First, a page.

Video conferencing and large files transfers have become more commonplace in business. Many companies host conferences with remote employees and long-distance clients. An IT department ensures that network bandwidth is sufficient so these virtual conferences run smoothly.
Hardware and Software
Information technology graduates must be able to work with both hardware and software to thrive in IT departments at big companies.
Hardware refers to the physical parts of a computer. This includes the motherboard, the CPU and the hard drive. It also includes the mouse, keyboard and printer. Tablets and laptops are also considered hardware because they are physical computing systems.
Software is the data, applications and programs used on a computing system. Examples include operating systems or word processing tools.
An IT specialist must be able to work with both hardware and software to successfully support an organization’s goals. IT gurus are often called upon to configure certain hardware components and upgrade software to the latest version for the people at work.
Jobs Within the IT Department
Many people assume that everybody in the IT department does the same thing, but that is not true. There are several individual roles that help an IT department stay well-rounded and able to solve any technology problem that a business confronts.
Within an IT department you may find a variety of jobs, including:
- Computer Support Specialist: The people who troubleshoot technology issues are computer support specialists. These professionals work with both hardware and software. They work on the front lines, answering calls or tickets received from people within the business who have encountered issues.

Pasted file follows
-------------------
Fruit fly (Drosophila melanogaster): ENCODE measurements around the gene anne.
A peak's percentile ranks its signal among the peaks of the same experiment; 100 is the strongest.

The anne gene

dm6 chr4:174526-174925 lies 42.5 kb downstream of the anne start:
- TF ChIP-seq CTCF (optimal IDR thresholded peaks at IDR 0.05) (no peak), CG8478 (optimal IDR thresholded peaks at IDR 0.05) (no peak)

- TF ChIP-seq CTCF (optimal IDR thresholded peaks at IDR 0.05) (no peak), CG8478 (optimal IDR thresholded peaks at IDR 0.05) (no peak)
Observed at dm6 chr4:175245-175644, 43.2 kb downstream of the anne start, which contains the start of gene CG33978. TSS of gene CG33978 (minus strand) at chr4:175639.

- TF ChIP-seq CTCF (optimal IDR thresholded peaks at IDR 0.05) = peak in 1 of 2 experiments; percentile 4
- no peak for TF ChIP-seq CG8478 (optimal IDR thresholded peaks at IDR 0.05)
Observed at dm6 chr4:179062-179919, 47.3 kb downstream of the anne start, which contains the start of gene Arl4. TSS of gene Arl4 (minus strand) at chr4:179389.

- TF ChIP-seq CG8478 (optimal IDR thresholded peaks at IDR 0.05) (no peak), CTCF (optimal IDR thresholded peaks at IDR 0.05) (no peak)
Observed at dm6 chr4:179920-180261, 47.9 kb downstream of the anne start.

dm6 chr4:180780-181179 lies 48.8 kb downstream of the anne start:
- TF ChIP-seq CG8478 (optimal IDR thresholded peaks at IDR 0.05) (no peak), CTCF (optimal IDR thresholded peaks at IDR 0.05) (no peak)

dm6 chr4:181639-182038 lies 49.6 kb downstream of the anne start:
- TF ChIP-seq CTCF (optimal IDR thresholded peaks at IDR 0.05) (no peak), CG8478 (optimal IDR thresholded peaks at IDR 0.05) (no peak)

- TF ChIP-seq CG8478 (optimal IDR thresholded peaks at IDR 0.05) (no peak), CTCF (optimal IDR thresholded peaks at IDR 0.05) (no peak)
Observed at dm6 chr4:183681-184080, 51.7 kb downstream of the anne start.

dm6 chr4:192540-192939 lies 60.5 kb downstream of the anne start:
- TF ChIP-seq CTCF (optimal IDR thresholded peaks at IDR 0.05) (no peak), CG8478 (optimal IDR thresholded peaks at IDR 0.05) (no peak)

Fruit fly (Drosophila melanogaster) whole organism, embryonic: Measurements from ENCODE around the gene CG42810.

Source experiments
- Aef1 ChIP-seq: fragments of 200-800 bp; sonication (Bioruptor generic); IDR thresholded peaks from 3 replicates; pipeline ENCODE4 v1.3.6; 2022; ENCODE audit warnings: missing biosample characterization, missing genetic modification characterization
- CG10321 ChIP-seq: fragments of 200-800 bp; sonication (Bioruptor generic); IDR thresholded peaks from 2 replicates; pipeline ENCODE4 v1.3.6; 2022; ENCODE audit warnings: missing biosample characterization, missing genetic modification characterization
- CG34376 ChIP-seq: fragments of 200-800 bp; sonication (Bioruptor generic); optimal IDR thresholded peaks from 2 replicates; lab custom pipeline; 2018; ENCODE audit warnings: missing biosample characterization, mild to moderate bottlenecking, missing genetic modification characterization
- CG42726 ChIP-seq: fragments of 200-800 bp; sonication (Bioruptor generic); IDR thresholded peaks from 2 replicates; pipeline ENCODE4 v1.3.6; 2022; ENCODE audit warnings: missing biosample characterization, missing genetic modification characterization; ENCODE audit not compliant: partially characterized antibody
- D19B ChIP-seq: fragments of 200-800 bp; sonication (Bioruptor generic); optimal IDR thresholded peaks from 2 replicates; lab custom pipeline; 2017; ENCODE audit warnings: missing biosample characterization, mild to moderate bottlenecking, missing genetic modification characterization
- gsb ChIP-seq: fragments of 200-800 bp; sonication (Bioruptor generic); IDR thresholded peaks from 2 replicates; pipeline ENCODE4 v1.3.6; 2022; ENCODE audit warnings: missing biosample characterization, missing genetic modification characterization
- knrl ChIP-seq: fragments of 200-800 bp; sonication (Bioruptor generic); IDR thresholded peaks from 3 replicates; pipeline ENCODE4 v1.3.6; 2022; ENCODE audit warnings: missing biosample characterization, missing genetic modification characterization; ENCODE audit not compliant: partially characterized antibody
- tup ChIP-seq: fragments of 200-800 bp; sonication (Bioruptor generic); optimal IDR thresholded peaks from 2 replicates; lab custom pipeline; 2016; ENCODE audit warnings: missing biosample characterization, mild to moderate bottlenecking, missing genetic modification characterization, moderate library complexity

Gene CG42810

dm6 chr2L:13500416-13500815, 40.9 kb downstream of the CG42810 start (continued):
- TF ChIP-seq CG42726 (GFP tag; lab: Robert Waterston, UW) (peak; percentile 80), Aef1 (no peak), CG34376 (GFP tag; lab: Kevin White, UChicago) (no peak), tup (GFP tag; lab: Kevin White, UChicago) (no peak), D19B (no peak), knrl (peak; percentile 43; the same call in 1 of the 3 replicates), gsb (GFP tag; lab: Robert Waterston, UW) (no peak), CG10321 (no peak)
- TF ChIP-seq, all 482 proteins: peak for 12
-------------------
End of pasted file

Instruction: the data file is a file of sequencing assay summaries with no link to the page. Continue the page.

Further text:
- Network Systems Administrator: Network systems administrators focus on the big picture. They are responsible for the company’s entire network.
- Computer Systems Analyst: A computer systems analyst generally specializes in certain industries like finance or government. They ensure that the technology used makes the most sense for a particular industry.
- Information Security Analyst: Cybersecurity is a big concern for many businesses. An information security analyst ensures that computer networks are safe. They conduct tests and develop processes to provide a secure environment for employees.
Interested in IT?
If you’re considering an information technology degree, think about some of the skills that are best suited for the role. People in IT must have strong communication skills. In addition to solving individual technology problems, IT specialists also work with other people in the tech field to develop solutions on a larger scale.
You should be interested in solving problems. Most of the time, you will need to go through several different steps to break down a large problem. Many times, the problems you encounter are unique to a specific user error or software glitch. In other words, it isn’t rare to come across an issue you have not seen before. There is a lot of troubleshooting in IT, so you need to be comfortable in situations that are not always straightforward.
The views and opinions expressed in this article are those of the author’s and do not necessarily reflect the official policy or position of Grand Canyon University. Any sources cited were accurate as of the publish date.